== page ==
A strong topline is one of the most important indicators of a well-conditioned horse. In addition to being aesthetically pleasing and supporting performance, a good topline can protect your working horse from strain and injury.

Horses with strong topline muscles generate more power from their hind end, are less likely to develop back pain, and are at lower risk of hock arthritis. [1]

Building and maintaining a strong topline depends on a combination of genetics, proper nutrition, appropriate training and well-fitted tack. Feed a well-balanced diet that meets your horse’s protein and amino acid requirements.

Simple exercises and stretches can stimulate muscle development, improve your horse’s topline, and support improved mobility through old age.

Conditions such as lameness, polysaccharide store myopathy (PSSM) and pituitary pars intermedia dysfunction (PPID) can cause poor topline. If your horse is losing muscle or has trouble building topline, consult with your veterinarian and equine nutritionist.

What is the Horse’s Topline?

The horse’s topline is the area that runs from the withers along the back and loins, and down to the croup. The topline supports the suspended structure of the spine and sacroiliac area.

Think of your horse’s spine like a suspension bridge: their legs attach to either end of the bridge and your horse’s topline is the cable that strengthens the suspended roadbed, keeping it from sagging.

An unsupported spine is more susceptible to potentially painful and permanent damage. A strong topline keeps the spine protected and supported. [2]

Topline Muscles

The major muscles of the topline include:

  • Longissimus dorsi: The largest muscle in the equine back, it originates from the spinous processes (projections of the vertebrae) in the sacrum, lumbar and thoracic regions as well as the hip. The Longissimus dorsi stabilizes the spine and enables proper movement. This muscle supports the saddle and rider.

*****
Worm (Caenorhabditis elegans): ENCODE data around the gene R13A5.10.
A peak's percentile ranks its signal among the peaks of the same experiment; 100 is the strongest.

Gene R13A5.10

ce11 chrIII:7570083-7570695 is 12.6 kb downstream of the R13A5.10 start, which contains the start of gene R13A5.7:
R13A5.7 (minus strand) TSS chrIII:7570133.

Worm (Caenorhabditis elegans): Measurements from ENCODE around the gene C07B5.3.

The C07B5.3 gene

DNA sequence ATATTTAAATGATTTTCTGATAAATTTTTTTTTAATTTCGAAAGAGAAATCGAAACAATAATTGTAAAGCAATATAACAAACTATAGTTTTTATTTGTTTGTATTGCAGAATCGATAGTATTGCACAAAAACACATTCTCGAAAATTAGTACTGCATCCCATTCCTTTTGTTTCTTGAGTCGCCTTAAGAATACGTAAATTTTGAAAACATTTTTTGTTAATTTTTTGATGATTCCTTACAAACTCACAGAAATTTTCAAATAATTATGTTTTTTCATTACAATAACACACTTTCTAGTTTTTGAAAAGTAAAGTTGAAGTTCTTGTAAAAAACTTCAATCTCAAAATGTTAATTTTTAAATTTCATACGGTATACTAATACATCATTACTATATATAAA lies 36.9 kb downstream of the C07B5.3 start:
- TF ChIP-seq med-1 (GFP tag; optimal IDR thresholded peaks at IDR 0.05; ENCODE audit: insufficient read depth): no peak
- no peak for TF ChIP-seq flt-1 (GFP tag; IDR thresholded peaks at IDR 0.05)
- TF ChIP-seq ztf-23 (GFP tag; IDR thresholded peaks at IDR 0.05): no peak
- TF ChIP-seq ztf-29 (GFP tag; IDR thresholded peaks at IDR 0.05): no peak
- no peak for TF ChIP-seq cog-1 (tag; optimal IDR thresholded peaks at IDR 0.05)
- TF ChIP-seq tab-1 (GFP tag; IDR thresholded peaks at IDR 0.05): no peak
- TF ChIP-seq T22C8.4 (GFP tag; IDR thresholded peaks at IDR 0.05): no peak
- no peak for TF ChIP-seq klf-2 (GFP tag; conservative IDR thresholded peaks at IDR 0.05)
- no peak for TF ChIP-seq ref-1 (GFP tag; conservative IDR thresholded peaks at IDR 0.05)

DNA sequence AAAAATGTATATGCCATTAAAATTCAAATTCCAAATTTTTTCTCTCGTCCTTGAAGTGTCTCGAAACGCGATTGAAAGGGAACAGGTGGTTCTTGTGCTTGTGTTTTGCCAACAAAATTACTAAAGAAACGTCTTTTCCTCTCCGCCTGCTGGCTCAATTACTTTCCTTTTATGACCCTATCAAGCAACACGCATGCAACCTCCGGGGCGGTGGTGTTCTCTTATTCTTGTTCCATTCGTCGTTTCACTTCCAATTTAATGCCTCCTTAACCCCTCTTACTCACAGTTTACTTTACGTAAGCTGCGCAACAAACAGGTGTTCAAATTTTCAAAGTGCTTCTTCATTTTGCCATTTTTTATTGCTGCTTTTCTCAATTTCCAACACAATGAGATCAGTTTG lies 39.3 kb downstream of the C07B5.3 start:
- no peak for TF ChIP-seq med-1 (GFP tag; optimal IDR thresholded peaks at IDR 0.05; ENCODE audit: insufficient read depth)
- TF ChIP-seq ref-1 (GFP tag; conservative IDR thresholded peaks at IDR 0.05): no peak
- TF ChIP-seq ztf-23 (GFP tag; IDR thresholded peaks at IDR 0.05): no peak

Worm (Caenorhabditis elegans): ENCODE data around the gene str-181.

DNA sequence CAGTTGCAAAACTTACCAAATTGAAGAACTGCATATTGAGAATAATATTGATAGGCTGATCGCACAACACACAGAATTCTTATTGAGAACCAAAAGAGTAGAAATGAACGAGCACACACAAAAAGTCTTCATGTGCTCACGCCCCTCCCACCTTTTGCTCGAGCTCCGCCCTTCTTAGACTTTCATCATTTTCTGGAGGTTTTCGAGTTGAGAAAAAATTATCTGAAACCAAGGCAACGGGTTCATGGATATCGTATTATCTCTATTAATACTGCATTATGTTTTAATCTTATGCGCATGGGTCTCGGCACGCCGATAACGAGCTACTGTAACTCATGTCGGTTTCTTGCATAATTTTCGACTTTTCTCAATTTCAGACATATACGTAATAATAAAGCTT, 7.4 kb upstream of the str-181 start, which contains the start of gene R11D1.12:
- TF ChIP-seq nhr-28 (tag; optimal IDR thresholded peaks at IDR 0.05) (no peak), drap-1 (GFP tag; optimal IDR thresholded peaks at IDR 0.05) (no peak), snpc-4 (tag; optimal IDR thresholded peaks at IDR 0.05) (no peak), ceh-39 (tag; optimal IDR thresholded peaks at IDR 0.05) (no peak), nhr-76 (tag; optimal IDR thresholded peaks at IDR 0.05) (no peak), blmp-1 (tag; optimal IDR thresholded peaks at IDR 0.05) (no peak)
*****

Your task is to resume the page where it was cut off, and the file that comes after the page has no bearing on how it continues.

• Latissimus dorsi: This muscle extends from the connective tissue between the thoracic vertebrae and croup, and attaches to the humerus (upper bone of the front leg). It functions to bring the leg backwards and to propel the horse forwards.
  • Trapezius: A flat, thin muscle in the wither region that extends from the neck to the shoulder blade, and from the shoulder to the thoracic vertebrae. It functions to move the shoulder blade (scapula) forwards and backwards.

Exercises to build topline will primarily target the longissimus dorsi but also involve the latissimus dorsi, trapezius and other smaller muscles such as the spinalis dorsi.

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Assessing Topline

The state of your horse’s topline can be evaluated visually and through palpation. The muscle should feel smooth and flat, and the horse’s body should appear well-rounded.

Excessive fat accumulation can make it difficult to assess the topline. Accurate body condition scoring should be combined with topline evaluation to get a more complete picture of the state of your horse’s body composition.

Horses that are losing fat mass may appear to be losing topline muscle. It is important to distinguish between fat and muscle when making training and nutrition decisions.

Body condition scoring (BCS) is conducted using the 1 – 9 point Henneke Scoring System, which that assesses fat deposition on the neck, withers, shoulder, ribs, rump and trailhead.

A score of 5 is considered ideal and appears as a smooth, level back with rounded withers and ribs that can be easily felt under slight fat covering.

Topline Evaluation Score

A Topline Evaluation Score (TES) can be used to assess topline status and to track changes over time: [11]

Grade Description Visual Cues
A Ideal
  • Muscles beside the withers and along the spine are full; vertebrae cannot be seen
  • Hip is full and stifle bones are defined
  • Horse is able to perform work that requires topline muscles